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Fears mount of surging death toll in Libya flood disaster

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DERNA: Libya was reeling Wednesday from a massive flood disaster that killed at least 2,300 people when a surge of water devastated the eastern city of Derna, leaving another 10,000 missing according to the Red Cross.

Relief missions gathered pace with Türkiye, Egypt and the United Arab Emirates among the first nations to rush aid to the war-scarred country, and the UN pledging $10 million in support for survivors, including more than 30,000 people left homeless.

The wall of water ripped away entire buildings, vehicles and the people inside them. Many were swept out into the Mediterranean Sea, with bodies later washing up on beaches littered with debris and car wrecks.

Traumatised survivors have dug through the mud-caked ruins of shattered buildings to recover victims' bodies, scores of which were lying wrapped in blankets out in the open before being buried in mass graves.

The confirmed death toll in the politically fractured North African country reached 2,300 by Tuesday afternoon, but some regional officials were quoted as giving figures more than twice as high.

Another 10,000 people were still missing, said Tamer Ramadan of the International Federation of Red Cross and Red Crescent Societies.

"The death toll is huge and might reach thousands," Ramadan said, adding that the organisation had independent sources saying that "the number of missing people is hitting 10,000 persons so far".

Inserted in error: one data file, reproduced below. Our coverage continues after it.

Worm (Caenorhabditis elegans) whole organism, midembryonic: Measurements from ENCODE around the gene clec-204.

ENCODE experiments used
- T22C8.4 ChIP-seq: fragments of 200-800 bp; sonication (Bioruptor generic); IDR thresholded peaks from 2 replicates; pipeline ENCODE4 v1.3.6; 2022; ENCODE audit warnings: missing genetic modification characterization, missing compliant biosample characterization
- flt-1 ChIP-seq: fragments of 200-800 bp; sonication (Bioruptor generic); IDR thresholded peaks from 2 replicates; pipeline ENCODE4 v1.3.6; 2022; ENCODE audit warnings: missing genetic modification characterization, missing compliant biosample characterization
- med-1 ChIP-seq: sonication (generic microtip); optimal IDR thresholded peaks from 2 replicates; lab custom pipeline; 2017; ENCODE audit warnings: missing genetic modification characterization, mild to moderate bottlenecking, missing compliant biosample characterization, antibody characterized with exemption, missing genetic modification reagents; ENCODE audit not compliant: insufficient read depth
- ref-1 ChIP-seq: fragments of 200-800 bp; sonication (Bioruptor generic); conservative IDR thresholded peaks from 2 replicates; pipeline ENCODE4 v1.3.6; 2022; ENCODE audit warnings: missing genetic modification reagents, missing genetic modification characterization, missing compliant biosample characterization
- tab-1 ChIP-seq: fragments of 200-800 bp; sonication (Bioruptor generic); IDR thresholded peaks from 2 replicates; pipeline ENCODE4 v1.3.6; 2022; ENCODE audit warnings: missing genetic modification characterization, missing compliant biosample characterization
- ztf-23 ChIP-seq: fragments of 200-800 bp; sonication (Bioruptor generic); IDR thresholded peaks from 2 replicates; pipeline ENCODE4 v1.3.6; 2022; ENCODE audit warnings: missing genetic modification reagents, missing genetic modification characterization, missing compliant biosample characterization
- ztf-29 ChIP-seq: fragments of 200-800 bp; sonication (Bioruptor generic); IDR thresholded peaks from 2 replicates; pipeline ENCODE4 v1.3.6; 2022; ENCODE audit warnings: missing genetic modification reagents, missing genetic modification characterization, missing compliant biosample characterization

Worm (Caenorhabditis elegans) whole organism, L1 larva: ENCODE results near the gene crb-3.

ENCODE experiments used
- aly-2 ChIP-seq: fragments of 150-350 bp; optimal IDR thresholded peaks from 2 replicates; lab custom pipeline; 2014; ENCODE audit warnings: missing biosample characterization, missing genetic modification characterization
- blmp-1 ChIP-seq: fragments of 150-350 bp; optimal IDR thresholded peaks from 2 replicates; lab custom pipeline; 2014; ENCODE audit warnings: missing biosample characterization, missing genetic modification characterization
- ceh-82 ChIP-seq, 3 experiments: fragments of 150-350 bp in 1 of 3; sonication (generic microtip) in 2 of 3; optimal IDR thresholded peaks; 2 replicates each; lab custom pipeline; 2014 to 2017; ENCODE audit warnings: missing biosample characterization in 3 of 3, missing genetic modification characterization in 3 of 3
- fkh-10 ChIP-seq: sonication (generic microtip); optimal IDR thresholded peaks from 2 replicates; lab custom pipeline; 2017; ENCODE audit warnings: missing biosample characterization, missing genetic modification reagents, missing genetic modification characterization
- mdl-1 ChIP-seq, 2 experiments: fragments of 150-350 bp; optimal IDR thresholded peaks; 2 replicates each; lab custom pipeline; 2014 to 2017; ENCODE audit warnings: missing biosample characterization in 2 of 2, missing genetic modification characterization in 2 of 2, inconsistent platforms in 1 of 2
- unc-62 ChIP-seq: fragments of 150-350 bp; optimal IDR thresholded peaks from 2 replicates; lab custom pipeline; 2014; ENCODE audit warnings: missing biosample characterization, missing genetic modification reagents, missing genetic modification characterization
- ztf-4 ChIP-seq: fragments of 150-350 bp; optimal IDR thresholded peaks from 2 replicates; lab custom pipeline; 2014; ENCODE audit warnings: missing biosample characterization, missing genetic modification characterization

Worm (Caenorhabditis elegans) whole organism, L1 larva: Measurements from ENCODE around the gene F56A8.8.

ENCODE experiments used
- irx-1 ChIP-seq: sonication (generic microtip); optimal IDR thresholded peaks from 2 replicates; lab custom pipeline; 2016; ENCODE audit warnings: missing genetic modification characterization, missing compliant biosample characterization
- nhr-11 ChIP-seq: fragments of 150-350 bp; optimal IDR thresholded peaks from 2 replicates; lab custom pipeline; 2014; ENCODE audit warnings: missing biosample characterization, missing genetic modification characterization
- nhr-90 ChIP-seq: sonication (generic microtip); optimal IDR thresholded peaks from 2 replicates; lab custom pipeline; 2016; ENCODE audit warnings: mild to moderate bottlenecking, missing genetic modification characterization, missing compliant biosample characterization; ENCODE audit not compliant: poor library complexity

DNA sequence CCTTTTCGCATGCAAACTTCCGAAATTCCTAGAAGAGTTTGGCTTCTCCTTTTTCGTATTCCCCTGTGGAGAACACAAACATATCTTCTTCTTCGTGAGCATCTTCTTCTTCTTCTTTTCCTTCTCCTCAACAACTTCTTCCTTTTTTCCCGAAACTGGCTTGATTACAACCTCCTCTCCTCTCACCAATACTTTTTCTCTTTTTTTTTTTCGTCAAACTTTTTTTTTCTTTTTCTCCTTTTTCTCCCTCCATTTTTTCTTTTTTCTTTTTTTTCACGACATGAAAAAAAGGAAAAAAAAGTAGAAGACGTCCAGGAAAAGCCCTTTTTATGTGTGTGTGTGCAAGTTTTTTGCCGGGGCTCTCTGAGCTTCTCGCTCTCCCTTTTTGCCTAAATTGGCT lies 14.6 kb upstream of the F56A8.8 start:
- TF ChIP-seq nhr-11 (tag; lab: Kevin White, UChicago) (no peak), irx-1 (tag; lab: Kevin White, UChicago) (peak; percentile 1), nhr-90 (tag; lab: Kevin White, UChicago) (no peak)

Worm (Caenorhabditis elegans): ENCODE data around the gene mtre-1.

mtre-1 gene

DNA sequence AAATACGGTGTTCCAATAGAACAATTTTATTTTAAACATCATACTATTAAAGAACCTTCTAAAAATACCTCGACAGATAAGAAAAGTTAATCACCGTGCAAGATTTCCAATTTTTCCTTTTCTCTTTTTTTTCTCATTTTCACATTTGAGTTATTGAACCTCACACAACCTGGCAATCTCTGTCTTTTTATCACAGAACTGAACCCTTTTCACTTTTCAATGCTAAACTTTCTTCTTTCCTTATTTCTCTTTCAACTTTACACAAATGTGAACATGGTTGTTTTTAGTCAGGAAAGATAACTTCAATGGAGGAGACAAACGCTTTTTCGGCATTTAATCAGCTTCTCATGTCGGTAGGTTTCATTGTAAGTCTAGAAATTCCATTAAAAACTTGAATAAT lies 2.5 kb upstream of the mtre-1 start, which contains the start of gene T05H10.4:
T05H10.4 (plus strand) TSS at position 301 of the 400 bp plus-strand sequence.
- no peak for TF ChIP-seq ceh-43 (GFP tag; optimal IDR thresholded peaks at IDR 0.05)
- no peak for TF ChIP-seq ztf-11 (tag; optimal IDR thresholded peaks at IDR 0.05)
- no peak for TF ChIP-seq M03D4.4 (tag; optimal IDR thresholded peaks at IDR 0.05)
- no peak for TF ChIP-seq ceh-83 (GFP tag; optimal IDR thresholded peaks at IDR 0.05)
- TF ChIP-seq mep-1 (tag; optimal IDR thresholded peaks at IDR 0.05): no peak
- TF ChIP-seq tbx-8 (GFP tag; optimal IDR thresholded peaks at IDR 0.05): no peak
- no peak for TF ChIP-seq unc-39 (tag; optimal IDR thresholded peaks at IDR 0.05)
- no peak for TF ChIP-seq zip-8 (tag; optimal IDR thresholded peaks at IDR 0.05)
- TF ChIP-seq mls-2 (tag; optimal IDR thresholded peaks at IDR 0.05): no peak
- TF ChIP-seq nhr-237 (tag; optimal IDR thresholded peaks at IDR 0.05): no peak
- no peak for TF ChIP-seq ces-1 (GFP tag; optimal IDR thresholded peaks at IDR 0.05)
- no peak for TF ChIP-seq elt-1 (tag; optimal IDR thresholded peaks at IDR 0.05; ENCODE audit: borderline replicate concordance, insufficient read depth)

Media reports quoted an interior ministry spokesman of the eastern-based government as saying "more than 5,200" people had died in Derna.

The city, a 300-kilometre drive east of Benghazi, is ringed by hills and bisected by a riverbed that is usually dry in summer, but which became a raging torrent that also destroyed several bridges.

Mudslides and flooding also hit nearby areas of eastern Libya where, aid group the Norwegian Refugee Council said, "entire villages have been overwhelmed by the floods and the death toll continues to rise".

Rescue teams from Türkiye have arrived in eastern Libya, authorities said, and Algeria, France, Italy, Qatar and Tunisia also pledged to help.

The United Arab Emirates sent two aid planes carrying 150 tonnes of food, relief and medical supplies.

The EU said assistance from Germany, Romania and Finland had been dispatched to Libya, including food, water tanks, tents and blankets as well as hospital tents and power generators.

A Kuwaiti flight took off Wednesday with 40 tonnes of supplies, and Jordan sent a military plane loaded with food parcels, tents, blankets and mattresses. — AFP

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